Belgium – Council for Alien Law Litigation, 29 April 2020, n° 235 658

Country of Decision:
Country of Applicant:
Date of Decision:
Belgian Council for Alien Law Litigation, 29 April 2020, n° 235 658
Court Name:
Council for Alien Law Litigation
National / Other Legislative Provisions:
15 December 1980 Law (Loi du 15 décembre 1980 sur l’accès au territoire le séjour l’établissement et l’éloignement des étrangers)
articles 48/6 (1)
48/3 and 48/4
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In the case of an Afghan Shia Hazara applicant, the Belgian Council for Alien Litigation considered that the request for international protection was based on several sources of fear, which must be analysed in combination with each other, forming a cluster of concordant evidence.

The Council granted the applicant refugee status. 


The Applicant is an Afghan national, Shia Muslim, of Hazara ethnicity. He arrived in Belgium in August 2010, with his brother. Between August 2010 and June 2015, the applicant filed five asylum applications in Belgium on the grounds that he feared persecution from the Taliban in his home country.  

The Commissioner-General for Refugees and Stateless Persons (CGRSP) rejected all five applications deciding that Applicant had not satisfied the standard of proof in establishing his origin from Ghazni in Afghanistan.

The Applicant appealed the last decision.

Decision & Reasoning: 

The Council for Alien Law Litigation (the Council) stressed that the debate between the parties focused on the credibility of the Applicant's statements regarding the facts alleged, and hence on the existence of a well-founded fear.

The Council recalled that where an applicant for international protection is primarily responsible for providing the information necessary for the examination of his application, the competent authority is responsible for examining and assessing the relevant elements of the application in cooperation with the applicant for international protection. To this end, the authority must in particular take into account all relevant information relating to the applicant's country of origin in accordance with Article 48/6 (5) (a-d) of the Law of 15 December 1980.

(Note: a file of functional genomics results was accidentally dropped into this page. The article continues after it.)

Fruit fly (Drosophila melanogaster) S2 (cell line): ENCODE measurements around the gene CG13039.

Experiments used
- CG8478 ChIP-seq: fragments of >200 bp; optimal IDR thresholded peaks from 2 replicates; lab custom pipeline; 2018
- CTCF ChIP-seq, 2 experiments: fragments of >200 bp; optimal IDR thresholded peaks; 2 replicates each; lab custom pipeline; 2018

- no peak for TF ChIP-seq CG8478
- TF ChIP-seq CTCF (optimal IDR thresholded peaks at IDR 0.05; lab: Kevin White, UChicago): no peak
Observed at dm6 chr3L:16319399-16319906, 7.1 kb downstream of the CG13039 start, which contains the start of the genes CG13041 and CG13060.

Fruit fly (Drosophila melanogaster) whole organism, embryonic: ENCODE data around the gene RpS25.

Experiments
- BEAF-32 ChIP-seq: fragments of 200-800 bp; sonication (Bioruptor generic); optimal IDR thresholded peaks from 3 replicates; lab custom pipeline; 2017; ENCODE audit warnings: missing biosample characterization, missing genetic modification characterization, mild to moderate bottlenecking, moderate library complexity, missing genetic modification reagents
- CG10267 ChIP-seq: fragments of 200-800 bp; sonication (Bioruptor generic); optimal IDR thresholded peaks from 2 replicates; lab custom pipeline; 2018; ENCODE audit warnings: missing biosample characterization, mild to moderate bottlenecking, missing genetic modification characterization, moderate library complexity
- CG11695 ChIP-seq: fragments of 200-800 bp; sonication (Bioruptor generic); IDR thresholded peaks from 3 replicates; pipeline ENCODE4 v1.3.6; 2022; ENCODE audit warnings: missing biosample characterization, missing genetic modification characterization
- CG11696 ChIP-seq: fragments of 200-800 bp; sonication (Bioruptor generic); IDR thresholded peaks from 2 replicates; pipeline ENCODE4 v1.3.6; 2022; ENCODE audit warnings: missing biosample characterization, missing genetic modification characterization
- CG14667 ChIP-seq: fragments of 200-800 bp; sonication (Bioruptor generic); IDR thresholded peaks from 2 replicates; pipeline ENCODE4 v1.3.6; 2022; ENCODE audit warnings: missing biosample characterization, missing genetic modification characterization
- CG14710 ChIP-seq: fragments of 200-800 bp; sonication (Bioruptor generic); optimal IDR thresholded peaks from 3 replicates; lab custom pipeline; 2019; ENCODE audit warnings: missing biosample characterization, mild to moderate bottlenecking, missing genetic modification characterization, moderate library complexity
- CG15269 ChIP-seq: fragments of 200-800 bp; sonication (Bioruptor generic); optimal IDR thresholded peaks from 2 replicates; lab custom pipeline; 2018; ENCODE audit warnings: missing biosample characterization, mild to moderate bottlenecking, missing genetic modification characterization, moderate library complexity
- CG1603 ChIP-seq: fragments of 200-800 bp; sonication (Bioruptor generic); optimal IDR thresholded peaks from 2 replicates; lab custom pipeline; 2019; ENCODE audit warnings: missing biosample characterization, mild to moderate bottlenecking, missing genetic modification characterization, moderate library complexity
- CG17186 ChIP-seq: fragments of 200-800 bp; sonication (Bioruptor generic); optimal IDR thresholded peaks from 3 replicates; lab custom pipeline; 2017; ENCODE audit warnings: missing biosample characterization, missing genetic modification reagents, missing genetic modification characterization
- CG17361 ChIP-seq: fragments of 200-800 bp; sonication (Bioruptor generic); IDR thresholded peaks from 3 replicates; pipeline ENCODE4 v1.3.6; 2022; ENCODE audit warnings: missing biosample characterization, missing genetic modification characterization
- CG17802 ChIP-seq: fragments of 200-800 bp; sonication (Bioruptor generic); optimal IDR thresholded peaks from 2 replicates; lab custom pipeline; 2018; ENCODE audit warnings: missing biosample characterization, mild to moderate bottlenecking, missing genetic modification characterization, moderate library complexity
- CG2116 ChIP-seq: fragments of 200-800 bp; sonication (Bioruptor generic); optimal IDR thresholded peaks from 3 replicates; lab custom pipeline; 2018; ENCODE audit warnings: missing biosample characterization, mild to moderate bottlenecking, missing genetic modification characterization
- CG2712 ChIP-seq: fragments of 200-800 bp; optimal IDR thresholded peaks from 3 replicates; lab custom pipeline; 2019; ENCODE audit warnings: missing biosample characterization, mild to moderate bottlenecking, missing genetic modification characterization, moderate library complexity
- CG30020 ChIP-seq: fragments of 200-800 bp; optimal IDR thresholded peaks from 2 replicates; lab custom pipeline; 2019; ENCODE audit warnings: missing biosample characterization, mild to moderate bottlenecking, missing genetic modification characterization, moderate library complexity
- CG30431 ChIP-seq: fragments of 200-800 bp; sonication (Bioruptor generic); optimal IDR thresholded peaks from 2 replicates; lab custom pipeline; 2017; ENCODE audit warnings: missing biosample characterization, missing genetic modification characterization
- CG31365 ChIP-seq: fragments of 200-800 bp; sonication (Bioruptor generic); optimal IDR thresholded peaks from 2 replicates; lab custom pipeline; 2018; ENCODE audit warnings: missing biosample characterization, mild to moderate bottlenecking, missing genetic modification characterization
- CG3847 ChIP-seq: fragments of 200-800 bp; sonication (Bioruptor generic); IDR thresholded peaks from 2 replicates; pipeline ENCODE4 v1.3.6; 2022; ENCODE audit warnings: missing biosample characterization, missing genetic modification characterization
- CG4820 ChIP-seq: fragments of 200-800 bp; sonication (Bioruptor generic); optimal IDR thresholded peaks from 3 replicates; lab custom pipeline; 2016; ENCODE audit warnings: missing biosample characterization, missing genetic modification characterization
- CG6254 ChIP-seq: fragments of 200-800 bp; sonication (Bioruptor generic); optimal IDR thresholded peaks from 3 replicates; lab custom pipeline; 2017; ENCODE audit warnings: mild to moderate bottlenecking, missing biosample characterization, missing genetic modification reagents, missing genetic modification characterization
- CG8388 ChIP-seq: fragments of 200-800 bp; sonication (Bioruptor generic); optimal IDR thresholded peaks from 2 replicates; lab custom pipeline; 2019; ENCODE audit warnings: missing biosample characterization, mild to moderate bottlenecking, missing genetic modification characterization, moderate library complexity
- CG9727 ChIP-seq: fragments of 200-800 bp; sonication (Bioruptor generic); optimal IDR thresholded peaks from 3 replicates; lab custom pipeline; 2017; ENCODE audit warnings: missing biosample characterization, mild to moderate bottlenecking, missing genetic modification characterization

The Council considered in particular the following information:

  • The Hazaras, who are mainly Shiites, have long been marginalised and discriminated against by the Sunni population. The applicant's Afghan nationality, Hazara ethnic origin and Shia Muslim faith are not contested.
  • In relation to the applicant's family profile, it is also not disputed that his brother, his companion and his daughter have been recognised as refugees in Belgium.
  • The applicant arrived in Belgium in August 2010, i.e. almost ten years ago when he was in his twenties. Given the length of his stay in Belgium, it is undeniable that he is integrated into the Western way of life.

In light of these elements, the Council held that the applicant's statements find a certain resonance on reading the general information in the file relating to his country of origin, and that the fears expressed by him should be considered as well-founded (Art. 48/3 of 15 December 1980 Law), at least for the benefit of the doubt.

Consequently, the Council considered that the Applicant's request for international protection was based on several sources of fear, which must be analysed in combination with each other, thus forming a cluster of concordant evidence.

The appeal was successful and the refugee protection was granted.


Appeal granted.

Other sources cited: 

Domestic Case Law cited

CCE, 20 November 2017, n° 195 227

CE, 19 May 1993, n° 43.027

R.A.C.E. 1993

CCE, 14 September 2007, n° 1725

CCE, 14 December 2007, n° 5024

CCE, 10 September 2010, n° 47.964

Other Sources cited

UNHCR, Eligibility   Guidelines   for   Assessing   the InternationalProtection Needs of Asylum-Seekers from Afghanistan, 30 August 2018, p. 93 - 94

EASO  Country  Guidance  note:  Afghanistan, June 2019,  p.  69 - 70 

Swiss Refugee Council Report, Afghanistan : risk profiles,  12  September  2019,  p.  15 - 16